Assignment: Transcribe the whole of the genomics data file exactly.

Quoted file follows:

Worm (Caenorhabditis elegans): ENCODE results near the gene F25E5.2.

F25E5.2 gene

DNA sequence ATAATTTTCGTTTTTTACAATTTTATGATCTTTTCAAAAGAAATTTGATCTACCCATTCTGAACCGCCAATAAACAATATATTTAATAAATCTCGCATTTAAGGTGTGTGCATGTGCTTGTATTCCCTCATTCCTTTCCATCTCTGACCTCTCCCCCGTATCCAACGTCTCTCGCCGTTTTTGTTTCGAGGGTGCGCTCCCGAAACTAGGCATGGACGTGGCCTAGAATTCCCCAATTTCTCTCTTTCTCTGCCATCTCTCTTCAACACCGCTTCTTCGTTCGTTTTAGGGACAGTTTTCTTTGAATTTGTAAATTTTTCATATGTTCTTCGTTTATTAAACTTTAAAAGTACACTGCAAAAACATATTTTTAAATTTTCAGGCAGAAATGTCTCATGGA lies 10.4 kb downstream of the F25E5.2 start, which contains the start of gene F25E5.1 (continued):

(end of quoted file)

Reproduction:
Worm (Caenorhabditis elegans): ENCODE results near the gene F25E5.2.

F25E5.2 gene

DNA sequence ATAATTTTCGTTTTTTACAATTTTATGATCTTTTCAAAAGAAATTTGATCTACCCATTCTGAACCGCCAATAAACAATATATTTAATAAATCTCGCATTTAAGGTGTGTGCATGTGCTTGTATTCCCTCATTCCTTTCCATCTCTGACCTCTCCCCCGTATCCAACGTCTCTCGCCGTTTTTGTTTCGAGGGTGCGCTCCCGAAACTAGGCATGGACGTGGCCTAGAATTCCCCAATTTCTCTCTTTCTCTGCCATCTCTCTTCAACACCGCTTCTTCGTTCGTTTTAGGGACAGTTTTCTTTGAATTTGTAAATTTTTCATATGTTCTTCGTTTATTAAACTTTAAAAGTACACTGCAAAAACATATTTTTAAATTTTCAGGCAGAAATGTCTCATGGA lies 10.4 kb downstream of the F25E5.2 start, which contains the start of gene F25E5.1 (continued):